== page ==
Putter: Cleveland TFi 2135 6.5

What region do you play out of?

I play in the Northeast region (MA/NH/RI/VT/ME). I'd love to travel and play other places but just haven't been able to make it happen…. YET!

Questions I had about the watch (not knowing anything about it):

  • Will it be too ‘big' and inhibit my swing?
  • Will it give me the information I care about quickly and easily?
  • Will be too complex and will I spend too much time tinkering with it rather than just playing?
  • MOST IMPORTANTLY: Will it make me a better golfer?
Let's get to the goods...

 

Unboxing...

Easy to get out of the box; attractive packaging; not too cumbersome with a lot of "stuff" to cut through.

 

Front

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Back

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What's inside..

Pretty simple - the watch, a usb charging cable, and a user guide

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The band is adjustable (see yellow arrow..) and has a nice "latch" connection that seems to stay on very well.

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Sizing...

When I first opened it I thought it was kind of big.[/fo

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Hey guys... sorry for the delay on Stage 2.  Been on vacation for 10 days and getting back into the swing of things.

A recap on my Stage 1:

> 13 handicap

> have never used a GPS watch but have used laser and app on phone

> love tech stuff (I work in IT)

> been golfing seriously about 7 years

> semi-aggressive golfer

> play in the Northeast (Boston, MA area)

 

Questions I had prior to trying the watch...

> Will it be too ‘big' and inhibit my swing?

> Will it give me the information I care about quickly and easily?

> Will be too complex and will I spend too much time tinkering with it rather than just playing?

> MOST IMPORTANTLY: Will it make me a better golfer?

 

Things that I wanted to test when I used the watch:

> course recognition

> distance to green; front, back, center

> distance to hazards, front, back

> exact distance to EACH hazard on the fwy

> layup points

> graphical visualizations

> view of the green

> distance to hit shot to avoid hazards

> side of green to stay on to avoid any hazards around green

> go for the green or choose to layup

> risk/reward for being aggressive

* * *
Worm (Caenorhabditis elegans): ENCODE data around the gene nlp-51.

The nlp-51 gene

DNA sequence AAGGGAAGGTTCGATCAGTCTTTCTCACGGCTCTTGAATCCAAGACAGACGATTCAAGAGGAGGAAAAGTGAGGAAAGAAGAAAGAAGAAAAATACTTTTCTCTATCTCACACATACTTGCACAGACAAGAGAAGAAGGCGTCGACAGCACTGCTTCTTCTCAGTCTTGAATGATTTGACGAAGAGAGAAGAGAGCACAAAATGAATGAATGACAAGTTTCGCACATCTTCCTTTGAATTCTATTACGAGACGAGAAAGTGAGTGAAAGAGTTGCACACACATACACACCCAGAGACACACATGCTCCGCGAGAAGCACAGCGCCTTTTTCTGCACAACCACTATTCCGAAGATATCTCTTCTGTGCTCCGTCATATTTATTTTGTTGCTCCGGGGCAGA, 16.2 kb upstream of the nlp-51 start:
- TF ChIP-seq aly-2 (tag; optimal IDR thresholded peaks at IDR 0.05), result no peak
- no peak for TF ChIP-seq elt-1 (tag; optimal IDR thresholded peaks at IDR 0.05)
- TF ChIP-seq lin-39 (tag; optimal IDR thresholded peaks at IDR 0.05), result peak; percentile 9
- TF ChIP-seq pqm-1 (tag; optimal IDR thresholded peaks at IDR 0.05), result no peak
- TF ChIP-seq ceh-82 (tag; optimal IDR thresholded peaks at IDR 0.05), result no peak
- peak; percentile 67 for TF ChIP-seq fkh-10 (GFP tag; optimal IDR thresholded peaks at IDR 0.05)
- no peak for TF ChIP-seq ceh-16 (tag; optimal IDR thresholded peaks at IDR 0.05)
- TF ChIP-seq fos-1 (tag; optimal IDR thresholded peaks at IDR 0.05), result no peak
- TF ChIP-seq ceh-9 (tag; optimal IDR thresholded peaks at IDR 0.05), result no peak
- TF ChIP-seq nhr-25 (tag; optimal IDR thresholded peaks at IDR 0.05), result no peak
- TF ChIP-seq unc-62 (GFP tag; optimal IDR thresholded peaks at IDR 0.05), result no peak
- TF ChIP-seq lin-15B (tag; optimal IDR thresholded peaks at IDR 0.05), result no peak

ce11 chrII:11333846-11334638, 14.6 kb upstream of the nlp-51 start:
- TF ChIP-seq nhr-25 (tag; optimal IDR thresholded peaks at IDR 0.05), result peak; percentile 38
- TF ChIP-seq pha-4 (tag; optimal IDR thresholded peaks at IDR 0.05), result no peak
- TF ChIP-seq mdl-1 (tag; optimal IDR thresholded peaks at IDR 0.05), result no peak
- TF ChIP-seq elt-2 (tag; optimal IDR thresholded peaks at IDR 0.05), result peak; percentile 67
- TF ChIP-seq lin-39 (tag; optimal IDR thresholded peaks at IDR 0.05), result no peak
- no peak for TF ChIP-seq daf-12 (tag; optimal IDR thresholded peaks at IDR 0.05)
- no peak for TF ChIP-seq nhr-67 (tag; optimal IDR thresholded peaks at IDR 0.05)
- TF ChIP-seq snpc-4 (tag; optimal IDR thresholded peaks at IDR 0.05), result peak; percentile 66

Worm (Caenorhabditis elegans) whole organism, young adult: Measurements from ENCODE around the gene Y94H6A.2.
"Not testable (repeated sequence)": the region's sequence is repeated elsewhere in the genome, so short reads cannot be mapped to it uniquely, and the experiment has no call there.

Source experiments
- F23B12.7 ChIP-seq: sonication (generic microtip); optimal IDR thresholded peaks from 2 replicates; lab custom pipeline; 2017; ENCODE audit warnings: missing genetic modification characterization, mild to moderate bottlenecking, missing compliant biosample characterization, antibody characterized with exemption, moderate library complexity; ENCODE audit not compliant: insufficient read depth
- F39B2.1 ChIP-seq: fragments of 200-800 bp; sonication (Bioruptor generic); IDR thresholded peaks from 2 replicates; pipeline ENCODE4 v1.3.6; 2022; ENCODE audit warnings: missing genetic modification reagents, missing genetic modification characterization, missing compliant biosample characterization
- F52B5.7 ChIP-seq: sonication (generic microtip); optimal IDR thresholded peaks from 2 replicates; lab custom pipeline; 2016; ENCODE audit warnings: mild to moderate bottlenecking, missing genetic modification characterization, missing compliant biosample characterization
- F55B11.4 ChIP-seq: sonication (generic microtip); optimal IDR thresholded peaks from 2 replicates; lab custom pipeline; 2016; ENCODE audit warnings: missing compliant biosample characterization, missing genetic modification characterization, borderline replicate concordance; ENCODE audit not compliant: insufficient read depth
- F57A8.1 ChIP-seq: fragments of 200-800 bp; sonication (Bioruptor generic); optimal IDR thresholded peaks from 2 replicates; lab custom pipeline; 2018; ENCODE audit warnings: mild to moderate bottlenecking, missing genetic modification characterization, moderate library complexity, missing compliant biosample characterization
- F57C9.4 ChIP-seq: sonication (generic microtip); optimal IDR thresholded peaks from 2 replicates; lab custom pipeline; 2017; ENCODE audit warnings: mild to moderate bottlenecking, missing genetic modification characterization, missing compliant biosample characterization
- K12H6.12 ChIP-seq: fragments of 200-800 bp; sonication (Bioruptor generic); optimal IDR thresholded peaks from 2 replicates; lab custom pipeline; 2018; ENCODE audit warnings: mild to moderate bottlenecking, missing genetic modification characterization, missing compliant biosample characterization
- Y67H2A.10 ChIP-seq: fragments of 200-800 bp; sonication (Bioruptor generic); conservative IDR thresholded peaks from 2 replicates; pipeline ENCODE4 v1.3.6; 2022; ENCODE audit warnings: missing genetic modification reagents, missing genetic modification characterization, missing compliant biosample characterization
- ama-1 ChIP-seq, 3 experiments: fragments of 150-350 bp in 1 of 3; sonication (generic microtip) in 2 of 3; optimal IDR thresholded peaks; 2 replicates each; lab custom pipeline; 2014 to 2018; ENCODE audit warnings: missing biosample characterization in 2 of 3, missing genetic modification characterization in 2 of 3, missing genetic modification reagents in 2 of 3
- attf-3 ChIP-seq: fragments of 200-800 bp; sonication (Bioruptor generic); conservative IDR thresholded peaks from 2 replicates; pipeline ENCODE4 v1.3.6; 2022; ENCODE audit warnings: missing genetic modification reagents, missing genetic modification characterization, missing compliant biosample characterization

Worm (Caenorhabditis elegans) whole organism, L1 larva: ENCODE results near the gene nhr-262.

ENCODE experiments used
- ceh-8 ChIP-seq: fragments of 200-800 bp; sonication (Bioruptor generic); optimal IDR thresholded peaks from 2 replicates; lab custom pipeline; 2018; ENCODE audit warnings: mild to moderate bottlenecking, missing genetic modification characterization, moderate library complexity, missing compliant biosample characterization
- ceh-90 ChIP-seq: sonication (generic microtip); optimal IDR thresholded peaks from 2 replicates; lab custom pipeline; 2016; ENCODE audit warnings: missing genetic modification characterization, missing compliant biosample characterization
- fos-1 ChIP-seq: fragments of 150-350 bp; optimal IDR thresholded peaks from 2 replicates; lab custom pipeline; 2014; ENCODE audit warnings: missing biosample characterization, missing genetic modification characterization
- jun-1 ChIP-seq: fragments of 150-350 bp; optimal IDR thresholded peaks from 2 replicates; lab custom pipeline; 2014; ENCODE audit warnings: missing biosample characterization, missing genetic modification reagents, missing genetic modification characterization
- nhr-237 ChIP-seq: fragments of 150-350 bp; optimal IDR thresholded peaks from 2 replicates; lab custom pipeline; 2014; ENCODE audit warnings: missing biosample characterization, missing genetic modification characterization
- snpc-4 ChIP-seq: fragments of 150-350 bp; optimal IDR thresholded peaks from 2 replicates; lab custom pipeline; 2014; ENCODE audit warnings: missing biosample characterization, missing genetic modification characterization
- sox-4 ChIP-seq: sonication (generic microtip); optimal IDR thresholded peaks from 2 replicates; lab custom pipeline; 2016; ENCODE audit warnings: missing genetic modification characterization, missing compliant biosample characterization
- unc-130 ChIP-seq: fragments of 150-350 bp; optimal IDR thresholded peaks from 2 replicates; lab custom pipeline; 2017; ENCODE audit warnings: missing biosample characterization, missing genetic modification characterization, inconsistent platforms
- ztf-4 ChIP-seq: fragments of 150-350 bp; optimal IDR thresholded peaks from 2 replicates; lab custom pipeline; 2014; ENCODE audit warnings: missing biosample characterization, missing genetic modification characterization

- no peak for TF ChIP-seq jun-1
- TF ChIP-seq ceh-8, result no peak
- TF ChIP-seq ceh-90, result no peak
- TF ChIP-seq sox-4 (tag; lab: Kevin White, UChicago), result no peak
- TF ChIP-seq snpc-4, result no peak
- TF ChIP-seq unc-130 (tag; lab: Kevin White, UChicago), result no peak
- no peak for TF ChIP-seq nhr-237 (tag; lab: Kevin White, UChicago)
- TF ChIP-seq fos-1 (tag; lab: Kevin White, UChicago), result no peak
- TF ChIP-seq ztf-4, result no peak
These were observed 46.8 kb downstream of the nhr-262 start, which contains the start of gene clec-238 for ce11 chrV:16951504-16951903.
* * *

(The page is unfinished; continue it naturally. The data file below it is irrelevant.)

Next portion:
> are course markings accurate in relation to watch

> is gps signal consistent

> ease of adjusting score/scorecard view

 

With that in mind... let's go!

Note: I actually played a 9 hole round on my league scramble course but since it is best ball and I have played there many many times I didn't feel it was a fair assessment of the watch

In order to feel like I was REALLY testing the watch I decided to play at a course that I had never played before.  This way I was completely unfamiliar with everything and I had to REALLY rely on the watch.

I played at the Segregansett Country Club in Taunton, MA; a semi-private course where I played by myself for 18 holes.
This was *key* for me as I wanted to take my time, be able to take some photos, and not feel like I was holding anyone up.  

 

Course recognition; as soon as I arrived I simply scrolled right and within seconds the watch recognized the course I was at and I was ready to go

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First hole looking down the fairway it appears pretty much a straight shot with some bunkers 

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Distances if I wanted to layup from either 100, 150 or 200 yards out.

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2 bunkers on the right and this is the 'zoomed' view showing exactly how far to each

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One of the somewhat confusing, but ultimately nice things about the watch is after you're done with the hole you can either manually advance to the next hole or, once you get close enough to the next tee box the watch advances on its own

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The second hole was a dogleg left and as you can see it was critical to know just how far it is to the end of the fairway

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The watch is showing me that along the right side of the fairway is a water hazard that starts around 110 yards out and that the end of the fairway